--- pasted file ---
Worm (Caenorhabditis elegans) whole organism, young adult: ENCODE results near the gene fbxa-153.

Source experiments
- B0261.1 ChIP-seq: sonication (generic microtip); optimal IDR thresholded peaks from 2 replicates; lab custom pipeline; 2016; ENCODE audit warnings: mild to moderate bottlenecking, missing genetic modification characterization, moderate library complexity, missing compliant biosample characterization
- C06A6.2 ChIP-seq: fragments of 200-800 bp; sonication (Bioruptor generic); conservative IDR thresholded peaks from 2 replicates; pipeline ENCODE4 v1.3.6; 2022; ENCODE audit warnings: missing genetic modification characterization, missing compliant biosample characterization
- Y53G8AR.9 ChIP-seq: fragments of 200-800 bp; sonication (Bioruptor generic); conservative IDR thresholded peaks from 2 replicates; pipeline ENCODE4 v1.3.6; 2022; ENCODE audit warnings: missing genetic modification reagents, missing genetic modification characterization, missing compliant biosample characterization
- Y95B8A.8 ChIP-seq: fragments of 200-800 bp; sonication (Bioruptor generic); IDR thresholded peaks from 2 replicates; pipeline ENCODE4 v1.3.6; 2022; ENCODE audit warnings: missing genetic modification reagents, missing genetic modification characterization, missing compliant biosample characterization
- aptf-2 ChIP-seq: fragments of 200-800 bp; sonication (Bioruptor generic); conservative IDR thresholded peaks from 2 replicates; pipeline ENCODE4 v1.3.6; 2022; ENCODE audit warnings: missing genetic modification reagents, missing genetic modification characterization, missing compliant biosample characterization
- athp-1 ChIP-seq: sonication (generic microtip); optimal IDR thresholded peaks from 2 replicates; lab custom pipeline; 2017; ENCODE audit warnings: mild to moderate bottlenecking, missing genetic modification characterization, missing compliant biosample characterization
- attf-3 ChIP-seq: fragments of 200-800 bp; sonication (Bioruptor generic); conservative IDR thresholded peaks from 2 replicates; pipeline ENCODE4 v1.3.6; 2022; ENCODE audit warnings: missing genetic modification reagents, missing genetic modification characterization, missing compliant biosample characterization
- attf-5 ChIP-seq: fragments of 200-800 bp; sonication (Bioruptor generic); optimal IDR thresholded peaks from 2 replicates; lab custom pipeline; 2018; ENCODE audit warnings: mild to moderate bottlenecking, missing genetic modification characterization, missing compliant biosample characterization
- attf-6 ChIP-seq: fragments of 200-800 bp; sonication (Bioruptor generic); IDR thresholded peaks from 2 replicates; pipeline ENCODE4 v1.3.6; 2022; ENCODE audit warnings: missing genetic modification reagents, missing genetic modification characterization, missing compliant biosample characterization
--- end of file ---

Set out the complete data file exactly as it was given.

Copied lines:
Worm (Caenorhabditis elegans) whole organism, young adult: ENCODE results near the gene fbxa-153.

Source experiments
- B0261.1 ChIP-seq: sonication (generic microtip); optimal IDR thresholded peaks from 2 replicates; lab custom pipeline; 2016; ENCODE audit warnings: mild to moderate bottlenecking, missing genetic modification characterization, moderate library complexity, missing compliant biosample characterization
- C06A6.2 ChIP-seq: fragments of 200-800 bp; sonication (Bioruptor generic); conservative IDR thresholded peaks from 2 replicates; pipeline ENCODE4 v1.3.6; 2022; ENCODE audit warnings: missing genetic modification characterization, missing compliant biosample characterization
- Y53G8AR.9 ChIP-seq: fragments of 200-800 bp; sonication (Bioruptor generic); conservative IDR thresholded peaks from 2 replicates; pipeline ENCODE4 v1.3.6; 2022; ENCODE audit warnings: missing genetic modification reagents, missing genetic modification characterization, missing compliant biosample characterization
- Y95B8A.8 ChIP-seq: fragments of 200-800 bp; sonication (Bioruptor generic); IDR thresholded peaks from 2 replicates; pipeline ENCODE4 v1.3.6; 2022; ENCODE audit warnings: missing genetic modification reagents, missing genetic modification characterization, missing compliant biosample characterization
- aptf-2 ChIP-seq: fragments of 200-800 bp; sonication (Bioruptor generic); conservative IDR thresholded peaks from 2 replicates; pipeline ENCODE4 v1.3.6; 2022; ENCODE audit warnings: missing genetic modification reagents, missing genetic modification characterization, missing compliant biosample characterization
- athp-1 ChIP-seq: sonication (generic microtip); optimal IDR thresholded peaks from 2 replicates; lab custom pipeline; 2017; ENCODE audit warnings: mild to moderate bottlenecking, missing genetic modification characterization, missing compliant biosample characterization
- attf-3 ChIP-seq: fragments of 200-800 bp; sonication (Bioruptor generic); conservative IDR thresholded peaks from 2 replicates; pipeline ENCODE4 v1.3.6; 2022; ENCODE audit warnings: missing genetic modification reagents, missing genetic modification characterization, missing compliant biosample characterization
- attf-5 ChIP-seq: fragments of 200-800 bp; sonication (Bioruptor generic); optimal IDR thresholded peaks from 2 replicates; lab custom pipeline; 2018; ENCODE audit warnings: mild to moderate bottlenecking, missing genetic modification characterization, missing compliant biosample characterization
- attf-6 ChIP-seq: fragments of 200-800 bp; sonication (Bioruptor generic); IDR thresholded peaks from 2 replicates; pipeline ENCODE4 v1.3.6; 2022; ENCODE audit warnings: missing genetic modification reagents, missing genetic modification characterization, missing compliant biosample characterization